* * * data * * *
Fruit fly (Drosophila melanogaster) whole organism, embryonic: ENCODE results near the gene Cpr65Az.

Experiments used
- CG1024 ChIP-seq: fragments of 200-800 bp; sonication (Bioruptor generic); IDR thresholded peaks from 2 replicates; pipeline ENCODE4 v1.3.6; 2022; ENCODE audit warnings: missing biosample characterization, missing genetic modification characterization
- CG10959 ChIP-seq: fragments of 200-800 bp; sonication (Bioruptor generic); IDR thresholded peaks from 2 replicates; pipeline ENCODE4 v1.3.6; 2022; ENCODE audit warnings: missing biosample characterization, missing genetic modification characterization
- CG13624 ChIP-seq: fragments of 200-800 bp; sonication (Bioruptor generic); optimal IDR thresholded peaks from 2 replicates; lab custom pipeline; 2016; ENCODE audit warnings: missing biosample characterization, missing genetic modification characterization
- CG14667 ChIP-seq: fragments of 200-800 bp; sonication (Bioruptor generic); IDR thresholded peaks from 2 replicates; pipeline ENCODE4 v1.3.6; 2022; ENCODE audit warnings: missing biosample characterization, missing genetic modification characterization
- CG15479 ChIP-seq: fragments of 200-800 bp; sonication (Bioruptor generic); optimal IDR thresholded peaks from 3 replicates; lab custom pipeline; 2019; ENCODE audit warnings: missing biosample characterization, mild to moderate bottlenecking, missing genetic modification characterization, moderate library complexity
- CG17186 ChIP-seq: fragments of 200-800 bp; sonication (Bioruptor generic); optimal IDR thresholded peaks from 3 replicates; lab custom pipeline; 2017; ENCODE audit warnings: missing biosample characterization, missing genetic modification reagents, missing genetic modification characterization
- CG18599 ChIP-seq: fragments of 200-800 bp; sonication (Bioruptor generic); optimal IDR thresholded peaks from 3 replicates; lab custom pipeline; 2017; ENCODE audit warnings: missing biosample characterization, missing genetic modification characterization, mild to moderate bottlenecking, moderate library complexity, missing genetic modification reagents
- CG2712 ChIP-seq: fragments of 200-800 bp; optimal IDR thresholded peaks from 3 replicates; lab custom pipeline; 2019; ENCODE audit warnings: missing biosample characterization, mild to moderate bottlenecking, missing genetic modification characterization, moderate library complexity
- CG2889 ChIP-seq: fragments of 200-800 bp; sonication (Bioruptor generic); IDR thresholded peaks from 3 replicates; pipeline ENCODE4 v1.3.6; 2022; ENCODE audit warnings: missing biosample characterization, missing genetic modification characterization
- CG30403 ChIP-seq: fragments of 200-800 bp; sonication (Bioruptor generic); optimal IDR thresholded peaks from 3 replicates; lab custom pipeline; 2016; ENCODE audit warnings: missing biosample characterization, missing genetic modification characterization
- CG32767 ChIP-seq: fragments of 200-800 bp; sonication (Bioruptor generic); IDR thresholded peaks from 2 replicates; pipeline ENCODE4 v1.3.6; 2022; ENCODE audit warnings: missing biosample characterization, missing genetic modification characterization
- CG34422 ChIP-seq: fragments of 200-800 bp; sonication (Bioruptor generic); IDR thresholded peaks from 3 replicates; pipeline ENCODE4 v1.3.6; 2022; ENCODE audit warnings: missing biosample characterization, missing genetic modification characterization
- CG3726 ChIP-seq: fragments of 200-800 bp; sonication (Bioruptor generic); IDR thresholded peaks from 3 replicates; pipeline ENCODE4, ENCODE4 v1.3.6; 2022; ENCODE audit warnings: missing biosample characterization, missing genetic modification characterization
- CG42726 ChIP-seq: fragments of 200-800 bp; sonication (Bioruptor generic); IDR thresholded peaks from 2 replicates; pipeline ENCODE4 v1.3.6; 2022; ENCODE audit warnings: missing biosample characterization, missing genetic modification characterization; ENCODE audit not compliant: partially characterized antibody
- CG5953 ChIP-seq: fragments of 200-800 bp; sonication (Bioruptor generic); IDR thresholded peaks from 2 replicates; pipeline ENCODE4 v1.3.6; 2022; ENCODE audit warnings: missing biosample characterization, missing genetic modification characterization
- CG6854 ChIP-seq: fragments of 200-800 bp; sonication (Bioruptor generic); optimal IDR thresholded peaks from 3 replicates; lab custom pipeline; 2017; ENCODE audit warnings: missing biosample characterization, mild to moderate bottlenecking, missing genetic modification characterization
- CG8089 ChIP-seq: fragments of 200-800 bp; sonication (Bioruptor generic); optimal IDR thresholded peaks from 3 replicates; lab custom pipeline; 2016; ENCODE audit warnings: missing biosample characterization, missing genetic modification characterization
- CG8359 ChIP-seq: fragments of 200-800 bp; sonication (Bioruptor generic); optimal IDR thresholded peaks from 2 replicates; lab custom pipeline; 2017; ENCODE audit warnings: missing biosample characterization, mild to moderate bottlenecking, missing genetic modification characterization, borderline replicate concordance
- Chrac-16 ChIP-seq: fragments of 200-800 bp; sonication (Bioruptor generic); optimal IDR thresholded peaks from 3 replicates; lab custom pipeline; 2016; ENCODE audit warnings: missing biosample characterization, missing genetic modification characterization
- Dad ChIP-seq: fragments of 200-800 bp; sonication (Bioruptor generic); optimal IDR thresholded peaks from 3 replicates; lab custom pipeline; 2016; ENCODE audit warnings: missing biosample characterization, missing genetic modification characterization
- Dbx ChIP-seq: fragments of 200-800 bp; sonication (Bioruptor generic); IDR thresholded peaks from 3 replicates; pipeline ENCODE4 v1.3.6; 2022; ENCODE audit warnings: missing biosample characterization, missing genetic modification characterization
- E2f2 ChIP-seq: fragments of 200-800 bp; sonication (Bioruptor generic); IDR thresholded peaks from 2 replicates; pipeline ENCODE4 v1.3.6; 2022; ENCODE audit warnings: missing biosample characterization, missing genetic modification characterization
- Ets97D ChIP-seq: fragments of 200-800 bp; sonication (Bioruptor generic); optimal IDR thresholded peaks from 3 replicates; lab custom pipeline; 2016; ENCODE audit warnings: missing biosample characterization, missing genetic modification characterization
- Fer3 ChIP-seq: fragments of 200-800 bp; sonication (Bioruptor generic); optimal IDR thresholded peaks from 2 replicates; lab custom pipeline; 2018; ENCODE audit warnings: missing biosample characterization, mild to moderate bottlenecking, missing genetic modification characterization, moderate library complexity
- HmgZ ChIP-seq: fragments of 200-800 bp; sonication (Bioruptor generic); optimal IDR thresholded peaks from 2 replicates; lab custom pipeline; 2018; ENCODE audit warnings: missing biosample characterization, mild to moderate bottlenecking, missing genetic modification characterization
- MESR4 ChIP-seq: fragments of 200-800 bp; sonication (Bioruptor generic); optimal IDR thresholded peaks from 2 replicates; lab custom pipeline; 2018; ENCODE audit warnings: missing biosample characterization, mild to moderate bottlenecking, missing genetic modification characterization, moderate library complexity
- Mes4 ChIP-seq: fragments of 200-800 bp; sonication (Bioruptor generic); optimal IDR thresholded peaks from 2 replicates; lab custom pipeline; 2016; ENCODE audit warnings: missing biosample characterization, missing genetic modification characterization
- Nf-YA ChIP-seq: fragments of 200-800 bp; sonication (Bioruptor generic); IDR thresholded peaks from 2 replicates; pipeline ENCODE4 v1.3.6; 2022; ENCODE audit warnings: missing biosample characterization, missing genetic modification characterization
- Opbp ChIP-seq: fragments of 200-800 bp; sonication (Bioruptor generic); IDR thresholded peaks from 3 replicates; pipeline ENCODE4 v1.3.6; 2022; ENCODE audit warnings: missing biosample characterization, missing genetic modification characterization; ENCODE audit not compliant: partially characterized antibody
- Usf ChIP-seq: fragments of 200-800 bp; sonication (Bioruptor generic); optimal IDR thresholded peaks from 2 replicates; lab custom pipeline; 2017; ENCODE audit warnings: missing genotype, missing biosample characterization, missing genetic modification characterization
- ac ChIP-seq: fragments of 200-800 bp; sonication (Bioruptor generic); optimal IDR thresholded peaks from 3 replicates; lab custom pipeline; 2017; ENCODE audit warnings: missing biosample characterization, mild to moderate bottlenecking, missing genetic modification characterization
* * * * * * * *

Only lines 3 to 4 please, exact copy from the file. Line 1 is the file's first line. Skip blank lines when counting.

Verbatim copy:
- CG1024 ChIP-seq: fragments of 200-800 bp; sonication (Bioruptor generic); IDR thresholded peaks from 2 replicates; pipeline ENCODE4 v1.3.6; 2022; ENCODE audit warnings: missing biosample characterization, missing genetic modification characterization
- CG10959 ChIP-seq: fragments of 200-800 bp; sonication (Bioruptor generic); IDR thresholded peaks from 2 replicates; pipeline ENCODE4 v1.3.6; 2022; ENCODE audit warnings: missing biosample characterization, missing genetic modification characterization